Cancer patients with Covid who were treated with convalescent plasma were 86% less likely to die

Cancer patients infected with COVID-19 who were treated with convalescent plasma were significantly less likely to die from the virus, a new study finds.

Researchers found that patients were 86 percent less likely to die if they were given blood plasma from a recovered coronavirus patient than those on standard therapy. 

Additionally, those not treated with plasma were more likely to be admitted to the intensive care unit, require a ventilator, or suffer other disease complications. 

The team – from a national network studying COVID and cancer – say the findings suggests that this treatment may be incredibly valuable for cancer patients, who tend to be immunocompromised and highly vulnerable to severe COVID cases.  

Convalescent plasma may be beneficial for cancer patients, who are at high risk for COVID

Cancer patients who received convalescent plasma were 86 percent less likely to die within 30 days compared to those who didn't receive the treatment

Cancer patients who received convalescent plasma were 86 percent less likely to die within 30 days compared to those who didn’t receive the treatment

People with cancer have a high risk of becoming severely ill and dying from COVID-19, if they are infected with the virus.

Those with hematologic cancers – those related to the bone marrow, immune system, and other blood-related tissues – are at especially high risk.

Hematologic cancer patients tend to have defective immune systems. In other words, these patients’ bodies aren’t able to produce antibodies and fight off disease in the way that they should be.

Plus, some of the common treatments for these cancers can exacerbate immune system defects – targeting B cells and other parts of the system.

As a result, cancer patients may need an extra immune system boost in order to beat a COVID-19 infection.

Convalescent plasma is one way to provide that boost. The therapy uses blood samples from people who have already recovered from the virus who are ripe with COVID-fighting antibodies.

The treatment is known to be beneficial for patients who are more vulnerable to severe COVID, such as those who are older or have immune deficiencies.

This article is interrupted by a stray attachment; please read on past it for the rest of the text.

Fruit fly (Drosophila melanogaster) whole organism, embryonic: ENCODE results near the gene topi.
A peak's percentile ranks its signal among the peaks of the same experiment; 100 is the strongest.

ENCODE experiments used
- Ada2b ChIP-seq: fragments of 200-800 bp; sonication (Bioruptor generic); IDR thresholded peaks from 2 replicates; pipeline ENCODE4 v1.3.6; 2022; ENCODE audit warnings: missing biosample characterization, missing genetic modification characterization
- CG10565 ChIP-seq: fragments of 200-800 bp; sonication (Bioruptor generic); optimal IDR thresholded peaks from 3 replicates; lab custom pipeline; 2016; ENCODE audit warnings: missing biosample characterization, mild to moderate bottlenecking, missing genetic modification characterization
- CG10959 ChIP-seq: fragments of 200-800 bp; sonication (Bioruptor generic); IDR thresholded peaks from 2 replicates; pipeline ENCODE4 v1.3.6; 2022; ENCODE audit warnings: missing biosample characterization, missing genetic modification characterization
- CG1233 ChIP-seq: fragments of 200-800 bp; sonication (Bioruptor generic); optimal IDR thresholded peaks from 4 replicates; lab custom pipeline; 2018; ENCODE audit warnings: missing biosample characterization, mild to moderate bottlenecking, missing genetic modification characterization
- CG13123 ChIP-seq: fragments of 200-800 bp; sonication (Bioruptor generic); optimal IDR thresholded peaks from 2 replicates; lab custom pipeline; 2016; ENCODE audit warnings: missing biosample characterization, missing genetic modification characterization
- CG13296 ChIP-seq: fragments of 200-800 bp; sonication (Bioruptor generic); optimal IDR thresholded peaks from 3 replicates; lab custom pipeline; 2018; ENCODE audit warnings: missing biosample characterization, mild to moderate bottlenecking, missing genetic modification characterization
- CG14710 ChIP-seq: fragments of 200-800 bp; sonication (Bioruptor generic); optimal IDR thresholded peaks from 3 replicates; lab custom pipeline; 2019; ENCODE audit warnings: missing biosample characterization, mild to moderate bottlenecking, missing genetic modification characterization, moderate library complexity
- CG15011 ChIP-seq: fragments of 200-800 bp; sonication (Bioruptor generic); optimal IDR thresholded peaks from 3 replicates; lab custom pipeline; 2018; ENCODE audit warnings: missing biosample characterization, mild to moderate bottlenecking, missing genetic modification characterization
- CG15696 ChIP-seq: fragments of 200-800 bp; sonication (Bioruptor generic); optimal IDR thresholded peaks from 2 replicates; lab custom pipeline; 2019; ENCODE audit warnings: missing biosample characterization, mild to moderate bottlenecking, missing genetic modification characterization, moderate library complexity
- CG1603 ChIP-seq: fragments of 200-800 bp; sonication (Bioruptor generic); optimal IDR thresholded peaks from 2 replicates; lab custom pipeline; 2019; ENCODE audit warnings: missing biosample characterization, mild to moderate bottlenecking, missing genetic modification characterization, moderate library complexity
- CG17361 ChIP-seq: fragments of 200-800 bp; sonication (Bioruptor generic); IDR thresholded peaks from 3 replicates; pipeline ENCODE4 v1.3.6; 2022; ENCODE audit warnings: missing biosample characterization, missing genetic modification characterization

Convalescent plasma therapy is an experimental treatment in which the liquid portion of blood is taken from recovered COVID-19 patients.

This portion of the blood contains antibodies that have been developed against the virus.

It is transferred into a sick patient in hopes they will develop more antibodies to fight off the infection. 

Donors have to confirm they had the virus and are fully recovered.

The FDA has also mandated that patients who receive plasma must be experiencing conditions such as life-threatening respiratory failure or multiple organ failure. 

At least 600 patients have received the treatment as part of a national study. 

The American Red Cross says it has produced 200 units of plasma from about 150 donors so far.

A new study – published Thursday in JAMA Oncology – shows that the treatment may also be effective in hematologic cancer patients.

This study was done by the COVID and Cancer Consortium, a network of over 120 cancer centers and research institutions working to better understand and treat COVID in cancer patients.

The researchers analyzed data from American adults with a current or past diagnosis of hematologic cancer – and who were hospitalized with COVID between March 2020 and January 2021.

This was a retrospective cohort study, meaning the researchers examined patient data after the patients recovered – rather than actively testing the treatment’s impact. 

Out of the 966 cancer patients in the study, 143 were treated with convalescent plasma and the remaining 823 were not.

Those patients treated with convalescent plasma were much less likely to die compared to those who weren’t.

Only 13 percent of the convalescent plasma patients died within 30 days, compared to 25 percent of the patients who didn’t receive this treatment. That means the convalescent plasma patients were 86 percent less likely to die.

However, the convalescent plasma patients were more likely to need aggressive care. Higher numbers of these patients were treated in an intensive care unit or required a ventilator compared to the non-convalescent plasma patients.

But among all the patients admitted to the ICU, the convalescent patients still had a lower likelihood of dying from COVID. The pattern was similar for all patients put on ventilators.

Convalescent plasma patients were also more likely to have other complications – including bleeding, sepsis, and heart failure.

The researchers noted that – because this study was done by analyzing past data rather than actively treating patients – they were unable to determine whether these complications were caused by the convalescent plasma treatment.

The complications could have been tied to more severe COVID symptoms among that group of patients.

Plus, the researchers were unable to evaluate the treatment’s timing.

Doctors have learned that it’s crucial for convalescent plasma treatment to happen soon after a patient becomes infected with COVID. 

If the treatment is done later, antibodies from the blood transfusion may interfere with antibodies that the patient’s own immune response is already producing.

More research is needed to determine how well convalescent plasma works for cancer patients. The study authors note that trials of this treatment are ongoing, including one that is ‘specifically recruiting patients with cancer.’

Still, this study provides hope for those cancer patients who are especially vulnerable to COVID.

If this finding holds up in clinical trials, the researchers write, ‘convalescent plasma would be, to our knowledge, the first COVID-19 intervention with a survival benefit in this high-risk population.’